Cohesive devices in newswriting

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The question of what constitutes a text has received a great deal of attention and, as a partial answer to the question, the concept of cohesion has long been used in discourse analysis (cf., among others, Halliday and Hasan 1976, Hasan 1984, Hoey 1991, Parsons 1996, Taboada 2000, Martin 2001). Attempts have also been made to relate cohesion to social context through register (Martin 2001).
The relation of cohesion to register had been pointed out by Halliday and Hasan (1976: 23) already in 1976 when they wrote: “The concept of cohesion can ... be usefully supplemented by that of register, since the two together effectively define a text. A text is a passage of discourse which is coherent in these two regards: it is coherent with respect to the context of situation, and therefore consistent in register; and it is coherent with respect to itself and therefore cohesive.”
As reiterated by Halliday (1994: 339), for a text to be coherent “it must deploy the resources of cohesion in ways that are motivated by the register of which it is an instance.” From this we may draw the assumption that cohesion operates differently in variant registers and that cohesive devices used in different text types may vary and may constitute a significant text-type characteristic.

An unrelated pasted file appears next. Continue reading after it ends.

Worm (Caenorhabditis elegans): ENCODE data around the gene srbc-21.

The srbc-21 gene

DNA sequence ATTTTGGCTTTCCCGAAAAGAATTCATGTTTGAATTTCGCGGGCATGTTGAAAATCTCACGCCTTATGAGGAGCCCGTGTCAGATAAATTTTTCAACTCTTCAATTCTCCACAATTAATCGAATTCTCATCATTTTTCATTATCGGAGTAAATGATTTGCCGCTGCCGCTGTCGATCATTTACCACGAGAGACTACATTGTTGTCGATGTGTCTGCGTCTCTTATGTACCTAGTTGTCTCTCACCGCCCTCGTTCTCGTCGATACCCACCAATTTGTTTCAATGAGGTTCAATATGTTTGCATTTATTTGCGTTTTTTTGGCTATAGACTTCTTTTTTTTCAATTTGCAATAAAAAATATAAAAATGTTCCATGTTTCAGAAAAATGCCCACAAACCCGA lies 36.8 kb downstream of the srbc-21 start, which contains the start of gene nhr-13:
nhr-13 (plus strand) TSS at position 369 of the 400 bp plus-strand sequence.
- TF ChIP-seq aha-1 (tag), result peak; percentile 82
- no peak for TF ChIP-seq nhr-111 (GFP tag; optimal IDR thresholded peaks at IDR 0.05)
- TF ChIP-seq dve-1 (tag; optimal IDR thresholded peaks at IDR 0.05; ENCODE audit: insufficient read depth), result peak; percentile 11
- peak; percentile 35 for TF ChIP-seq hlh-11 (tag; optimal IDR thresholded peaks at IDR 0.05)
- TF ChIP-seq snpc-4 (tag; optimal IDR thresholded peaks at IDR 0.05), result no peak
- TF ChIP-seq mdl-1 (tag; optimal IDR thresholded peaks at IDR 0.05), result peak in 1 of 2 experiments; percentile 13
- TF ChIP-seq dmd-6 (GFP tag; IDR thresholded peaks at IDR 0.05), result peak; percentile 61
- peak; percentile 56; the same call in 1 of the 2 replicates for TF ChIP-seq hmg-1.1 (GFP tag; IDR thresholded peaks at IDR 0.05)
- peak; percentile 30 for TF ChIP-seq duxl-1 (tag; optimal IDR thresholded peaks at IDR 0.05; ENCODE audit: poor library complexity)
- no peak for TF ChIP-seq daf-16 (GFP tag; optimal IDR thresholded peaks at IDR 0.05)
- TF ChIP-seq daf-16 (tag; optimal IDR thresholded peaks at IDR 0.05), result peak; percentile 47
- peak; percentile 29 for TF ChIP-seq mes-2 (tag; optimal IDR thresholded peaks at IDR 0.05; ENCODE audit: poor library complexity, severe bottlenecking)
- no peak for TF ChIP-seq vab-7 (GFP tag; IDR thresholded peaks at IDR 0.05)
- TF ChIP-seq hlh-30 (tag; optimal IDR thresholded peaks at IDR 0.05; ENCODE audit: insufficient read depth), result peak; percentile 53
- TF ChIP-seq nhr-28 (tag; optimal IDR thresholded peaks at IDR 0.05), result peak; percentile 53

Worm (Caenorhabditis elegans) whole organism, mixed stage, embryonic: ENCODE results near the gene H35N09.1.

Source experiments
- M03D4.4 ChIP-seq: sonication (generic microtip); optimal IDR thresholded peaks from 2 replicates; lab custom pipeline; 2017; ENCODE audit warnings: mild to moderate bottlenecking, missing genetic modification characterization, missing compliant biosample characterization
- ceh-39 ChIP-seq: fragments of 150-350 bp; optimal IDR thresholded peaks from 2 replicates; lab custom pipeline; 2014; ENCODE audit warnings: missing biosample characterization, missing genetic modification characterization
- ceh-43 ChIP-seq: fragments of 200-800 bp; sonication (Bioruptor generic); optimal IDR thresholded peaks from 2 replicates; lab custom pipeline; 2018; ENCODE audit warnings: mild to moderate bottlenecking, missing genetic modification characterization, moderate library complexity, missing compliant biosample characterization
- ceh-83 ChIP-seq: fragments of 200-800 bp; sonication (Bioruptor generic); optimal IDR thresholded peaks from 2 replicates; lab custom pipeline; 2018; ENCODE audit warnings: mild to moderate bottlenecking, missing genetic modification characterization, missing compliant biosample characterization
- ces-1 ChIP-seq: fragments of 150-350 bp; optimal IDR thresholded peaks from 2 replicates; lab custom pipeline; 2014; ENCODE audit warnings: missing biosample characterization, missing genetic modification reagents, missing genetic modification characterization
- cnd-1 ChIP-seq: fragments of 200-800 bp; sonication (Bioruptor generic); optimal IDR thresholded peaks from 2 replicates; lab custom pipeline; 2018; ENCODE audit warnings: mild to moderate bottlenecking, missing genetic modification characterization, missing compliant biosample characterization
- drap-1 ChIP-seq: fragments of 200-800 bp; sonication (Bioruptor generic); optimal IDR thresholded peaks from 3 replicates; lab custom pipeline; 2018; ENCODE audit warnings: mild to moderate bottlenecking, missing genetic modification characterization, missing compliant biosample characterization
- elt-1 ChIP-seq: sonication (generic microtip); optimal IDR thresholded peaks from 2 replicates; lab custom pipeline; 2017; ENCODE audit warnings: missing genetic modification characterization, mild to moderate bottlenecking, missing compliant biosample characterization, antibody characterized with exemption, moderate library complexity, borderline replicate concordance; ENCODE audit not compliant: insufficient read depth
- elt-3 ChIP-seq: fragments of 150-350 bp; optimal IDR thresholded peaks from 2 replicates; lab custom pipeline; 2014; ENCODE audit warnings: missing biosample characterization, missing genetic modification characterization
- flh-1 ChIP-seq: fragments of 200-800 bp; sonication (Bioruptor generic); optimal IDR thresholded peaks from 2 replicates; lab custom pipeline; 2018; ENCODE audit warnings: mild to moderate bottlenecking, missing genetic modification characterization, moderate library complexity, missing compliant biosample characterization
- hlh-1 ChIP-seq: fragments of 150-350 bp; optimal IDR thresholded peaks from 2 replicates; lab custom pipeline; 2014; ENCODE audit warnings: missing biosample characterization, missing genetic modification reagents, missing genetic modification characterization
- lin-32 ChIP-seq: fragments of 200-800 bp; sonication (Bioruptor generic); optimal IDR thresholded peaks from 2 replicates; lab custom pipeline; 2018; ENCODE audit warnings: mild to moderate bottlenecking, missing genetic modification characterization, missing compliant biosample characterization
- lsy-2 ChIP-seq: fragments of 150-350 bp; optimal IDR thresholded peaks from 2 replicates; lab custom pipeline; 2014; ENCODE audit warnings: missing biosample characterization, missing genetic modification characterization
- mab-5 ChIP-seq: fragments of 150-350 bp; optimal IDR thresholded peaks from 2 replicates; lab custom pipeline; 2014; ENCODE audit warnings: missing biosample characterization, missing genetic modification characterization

This study thus examines cohesion in news discourse with a twofold objective. Its first goal is to enquire whether there is a relation between cohesive devices and the ‘top-down’ organization of news discourse (cf. below).
“... surface structures that may be used to signal underlying semantic coherence are usually described as properties of cohesion. These are rules and strategies for the establishment of cohesion, and it is important to find out whether news reports in general, or specific types of news topics, display special preferences in the application or deviation from such rules.” (van Dijk 1988b: 11)
The second objective is to study whether there is a difference between two types of newswriting (texts in quality and tabloid newspapers) in the cohesive devices they employ, ie to see “the trace of context in the text”, to relate the structure to the genre (cf. Martin 2001).


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